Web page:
In basic terms, laser marking is a process that uses a beam of concentrated light to create a precise and permanent mark on a range of surfaces, including materials like steel, titanium, copper, ceramic, glass, plastic, and wood.
Laser marking machines can create marks like serial numbers, barcodes, and graphics. When choosing a laser marking machine, there are several things you should consider.
Here are three key considerations you need to know about.
Consideration #1: Is a UV or fiber laser marking machine better for your requirements?
The two main types of laser marking machines are UV laser machines and fiber laser machines. Both look similar and both can engrave numerous materials. But a UV laser marking machine can engrave more materials than a fiber laser machine. However, a UV machine has less power for carving and engraving over metal materials.
Although the two types of machines look similar on the outside, the technology they use is different. They use different power suppliers and the UV laser must be refrigerated by a water chiller while the fiber laser is refrigerated by air.
The UV laser technology also allows for greater multifunctionality and capacity for marking over different materials, including non-metals, and it uses an automatization system such as linear guide engraving and rotary engraving.
Although a UV laser marking system has many advantages over a fiber laser machine process and is the most widely-used form of laser marking, fiber laser marking does have many benefits, including its ability to carve at high speed on a wide variety of metal surfaces.
Consideration #2: Which materials do you want to mark?
Seeing as a UV laser marking machine can mark more materials, it is often the preferred choice. But your choice of machine will largely be dependent on the exact materials you need to engrave. Here are the key materials you can use with each machine.
Common UV laser applications
UV lasers can mark:
· Some metals
· Some stones
· All plastics
· All glass
· All papers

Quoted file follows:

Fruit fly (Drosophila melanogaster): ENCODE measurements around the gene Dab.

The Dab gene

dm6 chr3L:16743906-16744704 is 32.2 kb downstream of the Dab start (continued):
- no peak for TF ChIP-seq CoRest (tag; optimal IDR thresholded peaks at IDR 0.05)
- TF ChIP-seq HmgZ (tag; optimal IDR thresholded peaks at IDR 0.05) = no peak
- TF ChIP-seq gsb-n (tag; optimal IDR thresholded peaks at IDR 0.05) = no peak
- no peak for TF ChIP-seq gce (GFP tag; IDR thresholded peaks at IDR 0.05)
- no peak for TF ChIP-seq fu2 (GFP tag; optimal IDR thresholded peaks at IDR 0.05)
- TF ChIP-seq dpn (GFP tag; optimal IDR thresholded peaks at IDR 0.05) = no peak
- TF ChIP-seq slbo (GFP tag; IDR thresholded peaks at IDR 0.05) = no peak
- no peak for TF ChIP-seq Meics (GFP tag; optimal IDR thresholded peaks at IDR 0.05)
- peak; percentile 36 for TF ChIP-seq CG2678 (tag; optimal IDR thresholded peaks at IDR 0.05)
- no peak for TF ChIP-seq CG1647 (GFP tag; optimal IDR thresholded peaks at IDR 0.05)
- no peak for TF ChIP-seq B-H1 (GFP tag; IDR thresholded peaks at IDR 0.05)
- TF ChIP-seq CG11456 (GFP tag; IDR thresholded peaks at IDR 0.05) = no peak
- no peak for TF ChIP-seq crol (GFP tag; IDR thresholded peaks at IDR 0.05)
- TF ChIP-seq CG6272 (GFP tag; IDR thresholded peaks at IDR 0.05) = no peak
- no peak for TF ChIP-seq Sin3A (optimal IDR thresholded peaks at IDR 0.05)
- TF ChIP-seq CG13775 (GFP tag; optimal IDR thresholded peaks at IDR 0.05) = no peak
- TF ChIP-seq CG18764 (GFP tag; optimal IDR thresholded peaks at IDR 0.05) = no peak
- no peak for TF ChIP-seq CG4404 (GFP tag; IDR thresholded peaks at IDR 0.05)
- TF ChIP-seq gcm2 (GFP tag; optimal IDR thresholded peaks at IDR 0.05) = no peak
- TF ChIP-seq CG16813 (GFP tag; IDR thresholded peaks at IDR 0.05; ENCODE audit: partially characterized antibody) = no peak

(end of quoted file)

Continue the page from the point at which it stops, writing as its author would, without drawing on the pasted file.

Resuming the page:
· All leathers
· All woods
· All ceramics
Common fiber laser applications
Fiber lasers can mark:
· All metals
· Some plastics
· Some stones
· Some leathers
· Some paper
Consideration #3: Know the difference between marking, engraving, and etching
Although terms like laser marking, engraving, and etching are often used interchangeably by lay people, there are differences between the three methods. Before you opt for a laser marking machine, it is important you know the difference between the three marking processes, to ensure you purchase the right machine for your needs.
The laser marking process
Laser marking is achieved by slowly moving a low-powered beam across a surface using a method known as discoloration. The laser heats the material to cause oxidation under the surface of the material, turning it black. Low temperatures are then used to anneal the surface. The process creates high-contrast marks without causing any disruption to the material.
The laser engraving process
The laser engraving process involves the laser beam removing the surface of the material to expose a cavity which then reveals an image. During the engraving process, the laser generates high heat, which causes the material to vaporize, leaving a cavity in the surface. Laser engraving is a quick process, although to create deeper marks, the process needs to be repeated several times.
The laser etching process
Laser etching is a subset of laser engraving. The process involves the beam’s heat melting the surface of a material. When the melted material expands, it causes a raised mark. Laser etching can be performed on bare, anodized, or plated metal surfaces, as well as ceramics and polymers.